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Lou Zocchi founded Zocchi Games, later renamed Gamescience, in Biloxi, Mississippi. Zocchi is best known today as a colorful old timer who attends various role playing conventions like GenCon and Origins. He's known to many as Uncle Lou, although he prefers to go by military titles he earned while part of the Alabama State Defense force. He retired with the rank of full Colonel.

Back in the late'70s, early '80s, his Gamescience company published inexpensive role playing games. They were poorly written with shitty art and lousy production values but they were fun. Most of his role playing games were lifted from TSR's D&D system. His company release the first super hero role playing game called Superhero 2044 (1977) and an early sci-fi role playing game called Star Patrol.

He started off writing and selling a set of miniature rules for Star Trek called the Star Fleet Battle Manual but Paramount Pictures quickly came calling. After some brief discussions with Paramount, Zocchi realized he couldn't afford to purchase the rights. He released his game under the name Alien Space, cleverly renaming the Enterprise "Earthship". The Klingons were renamed the "Kuzi". A friendship with Franz Joseph, author of the legendary Star Fleet Technical Manual (1975), helped Zocchi secure rights to Star Trek from Paramount on more favorable terms. Alien Space was updated again and re-released as the Star Fleet Battle Manual.

While his role playing games weren't very successful, he did manage to find great success early on by founding his Zocchi Distributing endeavor in 1975. Zocchi's company acted as a general middle man between game publishers and the hobby shops that sold the final product. Before Zocchi the fledgling role playing/war game industry had no such general distribution method.

Zocchi sold his distribution company in 1996 to Mike Hurdle, who then resold it in 1999 to an Anime distribution company called SyCoNet. In 2001, Zocchi Distributing lost its license to sell Wizard of the Coast products, which is like saying you've lost your license to breath air and it went kaput, owing a lot of money to some 600 small game publishers and manufacturers.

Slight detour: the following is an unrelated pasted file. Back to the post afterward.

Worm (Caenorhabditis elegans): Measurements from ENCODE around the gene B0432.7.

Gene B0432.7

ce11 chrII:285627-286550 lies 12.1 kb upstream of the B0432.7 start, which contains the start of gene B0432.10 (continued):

Although Zocchi sold his distribution company, he retained his Gamescience creation. He published fewer and fewer actual games, although he secured rights from TSR to published a new version of Aztec-inspired Empire of the Petal Throne (which had all but vanished from TSR's catalog by the late '70s). He also published a parody of GURPS called TWERPS (The World's Easiest Role Playing System). Zocchi got more into gaming accessories and specialized in premium "high impact" gaming dice. He invented and patented several odd ball dice like the D5, the D7, and the amazing D100 aka the Zocchihedron (you can see some pictures here http://www.dozensofgames.com/precgamdicse.html).

Zocchi got into a bit of hot water in 2001 when it released a reprint of Judges Guild's Tegel Manor. Zocchi claims Judges Guild co-founder Bob Bledsaw authorized him to do a reprint but Bledsaw claims no such authorization was given and he was darn surprised when he saw a fresh reprint on a store shelf. It's unknown what the state of this disagreement is.

Since about 1997 there has been a rumor floating around that Lou Zocchi was dead. However, many who have seen him since 1997 at role playing conventions report he's sufficiently animated and cantankerous enough to qualify as "living".

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